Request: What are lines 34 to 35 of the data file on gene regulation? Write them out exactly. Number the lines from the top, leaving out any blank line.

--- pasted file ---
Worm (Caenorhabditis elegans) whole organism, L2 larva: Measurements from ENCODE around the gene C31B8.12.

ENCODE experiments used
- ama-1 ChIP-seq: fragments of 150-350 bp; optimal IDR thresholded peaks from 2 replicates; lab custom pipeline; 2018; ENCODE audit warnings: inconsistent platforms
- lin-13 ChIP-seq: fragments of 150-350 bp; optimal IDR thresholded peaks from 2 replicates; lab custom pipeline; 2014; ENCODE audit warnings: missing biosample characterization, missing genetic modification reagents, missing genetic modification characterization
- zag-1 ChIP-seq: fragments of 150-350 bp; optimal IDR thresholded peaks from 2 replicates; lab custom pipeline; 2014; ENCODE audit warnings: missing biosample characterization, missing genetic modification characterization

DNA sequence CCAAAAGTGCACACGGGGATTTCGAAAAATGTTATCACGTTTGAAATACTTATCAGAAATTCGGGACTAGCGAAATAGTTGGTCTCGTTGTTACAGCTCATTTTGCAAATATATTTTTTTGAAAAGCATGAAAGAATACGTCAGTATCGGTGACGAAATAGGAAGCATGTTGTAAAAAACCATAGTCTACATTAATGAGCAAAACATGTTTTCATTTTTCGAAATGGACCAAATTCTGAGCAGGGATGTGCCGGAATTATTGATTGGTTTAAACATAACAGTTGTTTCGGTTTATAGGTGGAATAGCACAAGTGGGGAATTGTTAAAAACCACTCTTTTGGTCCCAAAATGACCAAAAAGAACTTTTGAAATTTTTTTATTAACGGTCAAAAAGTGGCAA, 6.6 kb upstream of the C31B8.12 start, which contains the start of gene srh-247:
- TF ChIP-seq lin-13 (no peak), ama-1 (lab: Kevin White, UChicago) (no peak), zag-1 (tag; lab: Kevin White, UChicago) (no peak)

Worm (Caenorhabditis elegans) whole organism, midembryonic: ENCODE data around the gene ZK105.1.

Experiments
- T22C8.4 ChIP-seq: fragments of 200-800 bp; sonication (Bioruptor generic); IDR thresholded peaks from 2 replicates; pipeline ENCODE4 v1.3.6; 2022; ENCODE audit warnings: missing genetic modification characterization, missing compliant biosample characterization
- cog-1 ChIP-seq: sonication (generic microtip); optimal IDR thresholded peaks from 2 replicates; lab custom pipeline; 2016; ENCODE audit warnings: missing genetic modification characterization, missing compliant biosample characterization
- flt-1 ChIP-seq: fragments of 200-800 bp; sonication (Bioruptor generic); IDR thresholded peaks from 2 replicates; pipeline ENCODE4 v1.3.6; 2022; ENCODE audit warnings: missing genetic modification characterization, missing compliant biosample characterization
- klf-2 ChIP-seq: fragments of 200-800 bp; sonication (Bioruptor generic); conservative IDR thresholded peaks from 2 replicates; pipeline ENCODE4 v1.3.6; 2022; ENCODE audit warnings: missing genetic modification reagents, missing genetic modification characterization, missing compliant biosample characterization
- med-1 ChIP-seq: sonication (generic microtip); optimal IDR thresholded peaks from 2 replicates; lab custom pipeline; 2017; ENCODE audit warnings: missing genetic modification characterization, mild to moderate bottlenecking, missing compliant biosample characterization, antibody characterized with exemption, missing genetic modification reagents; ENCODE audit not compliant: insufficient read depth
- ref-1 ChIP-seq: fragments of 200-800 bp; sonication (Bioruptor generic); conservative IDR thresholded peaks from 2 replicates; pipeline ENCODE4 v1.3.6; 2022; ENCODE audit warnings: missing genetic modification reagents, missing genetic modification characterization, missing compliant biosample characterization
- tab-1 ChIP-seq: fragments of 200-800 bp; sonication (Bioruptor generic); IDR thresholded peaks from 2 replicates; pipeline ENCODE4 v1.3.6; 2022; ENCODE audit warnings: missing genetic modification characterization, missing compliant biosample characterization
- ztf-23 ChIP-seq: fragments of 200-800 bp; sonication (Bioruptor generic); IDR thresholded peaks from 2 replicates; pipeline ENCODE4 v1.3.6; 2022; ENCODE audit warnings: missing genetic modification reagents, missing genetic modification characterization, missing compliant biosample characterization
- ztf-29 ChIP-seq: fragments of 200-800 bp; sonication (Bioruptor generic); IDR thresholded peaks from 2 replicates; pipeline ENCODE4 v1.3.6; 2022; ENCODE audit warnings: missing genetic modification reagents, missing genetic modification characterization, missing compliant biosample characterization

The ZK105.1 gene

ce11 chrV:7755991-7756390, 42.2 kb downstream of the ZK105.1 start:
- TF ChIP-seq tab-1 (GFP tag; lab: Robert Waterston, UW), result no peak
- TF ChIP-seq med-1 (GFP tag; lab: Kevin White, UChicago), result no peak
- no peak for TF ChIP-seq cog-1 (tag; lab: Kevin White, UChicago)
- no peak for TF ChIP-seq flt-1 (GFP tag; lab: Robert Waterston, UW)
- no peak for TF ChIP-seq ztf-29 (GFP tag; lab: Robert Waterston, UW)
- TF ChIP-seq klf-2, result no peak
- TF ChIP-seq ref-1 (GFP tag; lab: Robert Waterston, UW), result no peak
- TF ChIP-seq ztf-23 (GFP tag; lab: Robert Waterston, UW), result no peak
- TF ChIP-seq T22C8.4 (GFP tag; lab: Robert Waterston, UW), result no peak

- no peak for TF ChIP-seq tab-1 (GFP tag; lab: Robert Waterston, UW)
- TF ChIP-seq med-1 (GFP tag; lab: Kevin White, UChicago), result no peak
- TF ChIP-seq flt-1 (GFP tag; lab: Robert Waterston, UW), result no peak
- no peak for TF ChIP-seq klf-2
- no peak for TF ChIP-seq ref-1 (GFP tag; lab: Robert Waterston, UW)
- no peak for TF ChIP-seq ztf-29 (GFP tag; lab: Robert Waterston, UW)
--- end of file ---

- no peak for TF ChIP-seq ref-1 (GFP tag; lab: Robert Waterston, UW)
- no peak for TF ChIP-seq ztf-29 (GFP tag; lab: Robert Waterston, UW)